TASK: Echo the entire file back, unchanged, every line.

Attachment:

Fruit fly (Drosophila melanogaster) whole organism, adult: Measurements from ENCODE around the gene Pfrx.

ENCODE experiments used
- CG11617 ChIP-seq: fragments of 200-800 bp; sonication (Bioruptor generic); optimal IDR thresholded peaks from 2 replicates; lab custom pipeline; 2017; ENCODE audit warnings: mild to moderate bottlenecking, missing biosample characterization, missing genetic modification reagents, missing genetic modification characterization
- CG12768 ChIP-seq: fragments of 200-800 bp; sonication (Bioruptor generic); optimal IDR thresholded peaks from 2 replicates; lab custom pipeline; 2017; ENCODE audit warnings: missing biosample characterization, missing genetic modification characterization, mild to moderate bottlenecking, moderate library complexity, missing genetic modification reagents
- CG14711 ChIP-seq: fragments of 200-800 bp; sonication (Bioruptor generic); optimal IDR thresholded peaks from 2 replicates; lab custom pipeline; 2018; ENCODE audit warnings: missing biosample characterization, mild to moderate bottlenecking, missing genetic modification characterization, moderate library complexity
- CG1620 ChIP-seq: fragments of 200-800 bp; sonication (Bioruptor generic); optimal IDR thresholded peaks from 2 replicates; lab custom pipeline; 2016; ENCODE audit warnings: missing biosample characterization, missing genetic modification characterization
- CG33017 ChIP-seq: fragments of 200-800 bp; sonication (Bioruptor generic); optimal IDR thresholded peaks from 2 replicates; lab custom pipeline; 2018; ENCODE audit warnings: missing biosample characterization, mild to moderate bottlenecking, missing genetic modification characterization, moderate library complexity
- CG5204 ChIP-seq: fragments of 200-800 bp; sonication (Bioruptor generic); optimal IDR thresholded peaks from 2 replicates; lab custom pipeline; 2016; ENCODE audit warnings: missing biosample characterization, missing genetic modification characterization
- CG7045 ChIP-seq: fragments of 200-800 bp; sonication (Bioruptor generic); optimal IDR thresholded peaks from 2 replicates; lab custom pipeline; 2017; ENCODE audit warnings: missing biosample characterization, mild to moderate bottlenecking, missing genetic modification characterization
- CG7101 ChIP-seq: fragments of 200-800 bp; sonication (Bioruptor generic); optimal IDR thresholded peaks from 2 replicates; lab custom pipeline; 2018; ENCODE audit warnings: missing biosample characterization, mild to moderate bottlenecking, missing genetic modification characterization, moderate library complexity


Fruit fly (Drosophila melanogaster) whole organism, adult: Measurements from ENCODE around the gene Pfrx.

ENCODE experiments used
- CG11617 ChIP-seq: fragments of 200-800 bp; sonication (Bioruptor generic); optimal IDR thresholded peaks from 2 replicates; lab custom pipeline; 2017; ENCODE audit warnings: mild to moderate bottlenecking, missing biosample characterization, missing genetic modification reagents, missing genetic modification characterization
- CG12768 ChIP-seq: fragments of 200-800 bp; sonication (Bioruptor generic); optimal IDR thresholded peaks from 2 replicates; lab custom pipeline; 2017; ENCODE audit warnings: missing biosample characterization, missing genetic modification characterization, mild to moderate bottlenecking, moderate library complexity, missing genetic modification reagents
- CG14711 ChIP-seq: fragments of 200-800 bp; sonication (Bioruptor generic); optimal IDR thresholded peaks from 2 replicates; lab custom pipeline; 2018; ENCODE audit warnings: missing biosample characterization, mild to moderate bottlenecking, missing genetic modification characterization, moderate library complexity
- CG1620 ChIP-seq: fragments of 200-800 bp; sonication (Bioruptor generic); optimal IDR thresholded peaks from 2 replicates; lab custom pipeline; 2016; ENCODE audit warnings: missing biosample characterization, missing genetic modification characterization
- CG33017 ChIP-seq: fragments of 200-800 bp; sonication (Bioruptor generic); optimal IDR thresholded peaks from 2 replicates; lab custom pipeline; 2018; ENCODE audit warnings: missing biosample characterization, mild to moderate bottlenecking, missing genetic modification characterization, moderate library complexity
- CG5204 ChIP-seq: fragments of 200-800 bp; sonication (Bioruptor generic); optimal IDR thresholded peaks from 2 replicates; lab custom pipeline; 2016; ENCODE audit warnings: missing biosample characterization, missing genetic modification characterization
- CG7045 ChIP-seq: fragments of 200-800 bp; sonication (Bioruptor generic); optimal IDR thresholded peaks from 2 replicates; lab custom pipeline; 2017; ENCODE audit warnings: missing biosample characterization, mild to moderate bottlenecking, missing genetic modification characterization
- CG7101 ChIP-seq: fragments of 200-800 bp; sonication (Bioruptor generic); optimal IDR thresholded peaks from 2 replicates; lab custom pipeline; 2018; ENCODE audit warnings: missing biosample characterization, mild to moderate bottlenecking, missing genetic modification characterization, moderate library complexity